Nebraska Center for Writers

by Michael Rips



A woman set a coffee before me, and I thought of the first time that I saw a woman fly.


Among quiet neighbors, we were the quietest. Father came home every day at the same time, greeted my mother, settled on the couch, and slept; occasionally he would sit in a chair. In either case he would sleep.

At six-thirty he would be called to dinner. After dinner he would return to the couch. Mother would sit next to him. When he finished reading, he would go to his room and sleep.
My father was the appreciative product of his own privileged life. Born in Nebraska, he was Republican, affluent, and content.
As to his relationship with my mother, I heard not a single argument between them. They were respectful and admiring.


Mother was sitting on the steps in the hall. In front of her was a box of letters. She pointed to a room in the back. There in tandem on the bureau were his belongings. This was the purpose of my return—to remove what I cared to have. My father had died several years before, and Mother was moving.

But the objects in that room gave o¤ no trace of my father. He fit so smoothly into the order of things, the circuitus spiritualis, that he had passed on nothing that was not more perfectly expressed by something nearby; if he had an emotion or thought that was individual to him, it lacked the power of emanation.
I gathered the few things of his and my own that I had decided to take back to New York. Needing a box, my wife, Sheila, and I went into the basement.
After a few minutes, I found a small container and then retraced my steps.
Sheila asked me about a black portfolio that had been slipped behind a cabinet. She pulled it out and laid it on the floor; the portfolio was held together with black ribbons.
An arm, a leg, a torso, another arm, a torso, a head came out of the portfolio. A naked black woman.
Sheets and sheets of a naked black woman, and below each the initials of my father.
On the other side of the basement wall was a small room used to develop black-and-white photographs. Scribbled on the wall of that room was this:

"They do not sweat and whine about their condition, They do not lie awake in the dark and weep for their sin, They do not make me sick discussing their duty to God, Not one is dissatisfied. ..." Whitman.

Mother was preparing dinner. For as long as I could remember my family had a cook. The ablest was Mary. But even the worst were capable of being taught, and my mother did a very good job of that. They were different from the meals I would get at our neighbors’.

Claire was one of our neighbors and I enjoyed visiting her. One evening at Claire’s, we heard her brother, Ronald, singing “Surrey with the Fringe on Top” from the musical Oklahoma! That was unusual because Ronald had for years sat quietly in his room. I imagined that he was writing or composing or juggling and that one day I would hear that he had won a prize.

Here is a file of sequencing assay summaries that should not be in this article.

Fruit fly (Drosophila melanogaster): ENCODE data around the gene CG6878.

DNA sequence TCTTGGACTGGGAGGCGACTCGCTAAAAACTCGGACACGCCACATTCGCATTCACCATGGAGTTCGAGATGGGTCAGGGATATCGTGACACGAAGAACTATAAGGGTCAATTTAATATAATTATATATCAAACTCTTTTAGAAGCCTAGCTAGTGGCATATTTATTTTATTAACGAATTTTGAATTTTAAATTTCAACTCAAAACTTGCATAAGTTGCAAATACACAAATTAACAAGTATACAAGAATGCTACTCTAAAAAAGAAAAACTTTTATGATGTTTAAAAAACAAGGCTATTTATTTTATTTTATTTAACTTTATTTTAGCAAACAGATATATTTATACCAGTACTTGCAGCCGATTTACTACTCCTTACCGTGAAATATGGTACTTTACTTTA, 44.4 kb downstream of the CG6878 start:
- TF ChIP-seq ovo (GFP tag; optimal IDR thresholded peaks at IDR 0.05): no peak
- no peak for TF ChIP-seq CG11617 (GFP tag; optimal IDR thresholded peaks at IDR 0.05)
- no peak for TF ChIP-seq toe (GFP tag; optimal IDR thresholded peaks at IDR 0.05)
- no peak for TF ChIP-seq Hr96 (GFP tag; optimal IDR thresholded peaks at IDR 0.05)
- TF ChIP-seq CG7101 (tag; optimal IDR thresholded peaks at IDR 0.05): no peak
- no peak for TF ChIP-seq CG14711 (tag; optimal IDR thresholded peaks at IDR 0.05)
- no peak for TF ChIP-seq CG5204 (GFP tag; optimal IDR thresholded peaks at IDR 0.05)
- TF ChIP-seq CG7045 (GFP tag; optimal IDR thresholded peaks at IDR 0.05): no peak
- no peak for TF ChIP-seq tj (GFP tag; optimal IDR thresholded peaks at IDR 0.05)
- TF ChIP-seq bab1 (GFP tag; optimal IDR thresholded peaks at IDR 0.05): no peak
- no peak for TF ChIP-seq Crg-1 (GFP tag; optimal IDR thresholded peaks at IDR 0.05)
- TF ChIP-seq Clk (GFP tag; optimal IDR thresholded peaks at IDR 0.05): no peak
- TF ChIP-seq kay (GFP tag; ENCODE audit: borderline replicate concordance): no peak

Claire went straight to his room. She wanted to share in his happiness.
What she saw was a happy Ronald lying on his back rotating a live chicken on his manliness, singing "Chicks and ducks and geese better scurry when I take you out in the surrey. ..."
We made our way back to Claire’s room. Minutes later Ronald passed the door.
He was upset.
Recounting her last minutes, he explained that in enjoying a chicken the greatest pleasure comes when the chicken’s neck is broken, causing a “death shiver” that Ronald found “impossible to duplicate”— suggesting that Ronald had only settled on chickens after experimenting with other animals.
Several days later, I found myself back at Claire’s. It was the late afternoon and Ronald’s mother had returned to the house with a friend who was visiting Omaha from the East Coast. Claire’s mother invited me to join the family for dinner.
When Claire and I came to the table, everyone was there but Ronald. He was still in his room.
Claire’s mother brought out a delicious first course. Before we had finished it, Ronald arrived. His mood was good.
Having cleared the table, Claire’s mother returned from the kitchen with the tetrazzini. Then I saw it. Ronald’s face rippled. There was only one conclusion: we were about to eat his lover.
As I reflected on this, the woman from the East Coast, who was sitting to my left, placed a good-sized portion of tetrazzini on her plate. Believing that one is obligated to warn one’s dinner companion that she is about to consume a dish that has been inseminated by another guest at the table, I leaned toward the lady from the East Coast and whispered, “The chicken was murdered.”
There was no response.
With Ronald’s lover now inside her mouth, I bent down, pretending to have dropped my napkin, and turning my head upwards from next to her knee, whispered, “There’s semen in the chicken.”
That did it.
In retrospect it has occurred to me that I’d simply substituted an obvious observation with an obvious and repulsive observation, and the woman’s inability to finish her meal had less to do with the chicken than with me. Ronald had succeeded in making me more revolting than Ronald himself.
I would like to say that Ronald was now in the musical theater, but the truth is that I do not know what happened to Ronald.

We left Omaha on a Sunday. On the way to the airport, we passed the Civic Auditorium. It is where I saw the woman (Miss Rietta) fly.

Reprinted with permission
from The Face of a Naked Lady
Copyright © 2005
by Michael Rips
Houghton Mifflin

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